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WEB HOSTING NEWS

Did Someone Steal Your Domain Name?
By: Terri Wells
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    2007-11-07

    Table of Contents:
  • Did Someone Steal Your Domain Name?
  • Get Your Lookup Data Here
  • Shady Business
  • What Should Be Done?

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    Did Someone Steal Your Domain Name?


    (Page 1 of 4 )

    If you had a domain name all picked out, only to discover that someone seemed to have registered it after you looked it up but before you bought it, the Internet Corporation for Assigned Names and Numbers (ICANN) would like to talk to you. The agency opened an investigation to discover whether this practice is going on, and if so, what to do about it.

    It’s called “domain name front running,” and only someone with inside information can do it. Basically, you need to know what queries are being made to the whois service, and which ones don’t resolve to existing domain names. When you find a query that fits that description, you buy it, park it, and figure on selling it later for a large profit. Oh, and of course you get whoever wanted to buy the domain name rather annoyed.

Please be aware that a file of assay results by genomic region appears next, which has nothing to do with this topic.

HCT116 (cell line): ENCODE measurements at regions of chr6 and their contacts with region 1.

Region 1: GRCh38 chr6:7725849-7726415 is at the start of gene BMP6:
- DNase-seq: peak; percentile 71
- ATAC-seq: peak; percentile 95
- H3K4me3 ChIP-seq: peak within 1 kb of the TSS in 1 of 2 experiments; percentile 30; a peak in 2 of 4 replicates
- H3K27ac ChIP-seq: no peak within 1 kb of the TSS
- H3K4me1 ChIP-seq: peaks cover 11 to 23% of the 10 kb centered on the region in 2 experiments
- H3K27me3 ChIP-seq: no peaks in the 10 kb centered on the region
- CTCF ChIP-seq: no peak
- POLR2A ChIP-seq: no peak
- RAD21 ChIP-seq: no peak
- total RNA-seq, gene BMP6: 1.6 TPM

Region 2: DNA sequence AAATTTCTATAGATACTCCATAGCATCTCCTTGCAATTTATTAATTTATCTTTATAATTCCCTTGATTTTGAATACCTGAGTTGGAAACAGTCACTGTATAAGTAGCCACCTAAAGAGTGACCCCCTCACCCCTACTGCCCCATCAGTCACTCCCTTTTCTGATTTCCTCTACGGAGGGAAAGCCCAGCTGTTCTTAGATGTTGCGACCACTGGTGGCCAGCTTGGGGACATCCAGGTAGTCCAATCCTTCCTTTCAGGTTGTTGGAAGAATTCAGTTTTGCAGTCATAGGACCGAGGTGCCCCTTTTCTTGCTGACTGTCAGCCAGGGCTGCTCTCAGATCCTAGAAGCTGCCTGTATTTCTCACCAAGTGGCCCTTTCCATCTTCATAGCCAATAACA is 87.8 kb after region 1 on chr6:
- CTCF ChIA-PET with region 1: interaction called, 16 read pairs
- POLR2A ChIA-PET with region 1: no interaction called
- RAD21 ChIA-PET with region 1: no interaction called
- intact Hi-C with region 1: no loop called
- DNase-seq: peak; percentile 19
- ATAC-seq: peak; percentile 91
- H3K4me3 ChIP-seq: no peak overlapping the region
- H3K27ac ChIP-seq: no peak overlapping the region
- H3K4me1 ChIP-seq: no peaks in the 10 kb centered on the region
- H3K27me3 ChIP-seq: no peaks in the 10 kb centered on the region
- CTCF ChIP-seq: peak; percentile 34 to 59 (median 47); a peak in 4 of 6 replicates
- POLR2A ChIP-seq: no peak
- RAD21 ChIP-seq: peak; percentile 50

This is totally different from other forms of domain name speculation you may have heard about. It’s not unusual for someone to buy a generic-sounding domain name – like cowboys.com, to coin an example – and then sell it for a profit based on the kind of traffic it can generate with the right web site built around it. A good, dedicated domainer might even put some work into building the site up in a way that fits with the suggested theme before selling it, to at least make back the initial investment.

    Domain name front running gets its name from a similar practice in the finance industry, namely “stock and commodity front running.” This happens when a client orders his stock broker to make a purchase, and the broker first makes a purchase of his own based on the order he just received from his client. Stock and commodity front running is illegal.

    Domain name front running is not, however. That should come as no surprise, both because the Powers That Be often try to err on the side of less regulation when it comes to the Internet, and because, as I mentioned in the introduction,  there is some dispute as to whether it actually exists. A recent announcement by VeriSign seems to indicate that if it doesn’t exist yet, it will very soon.

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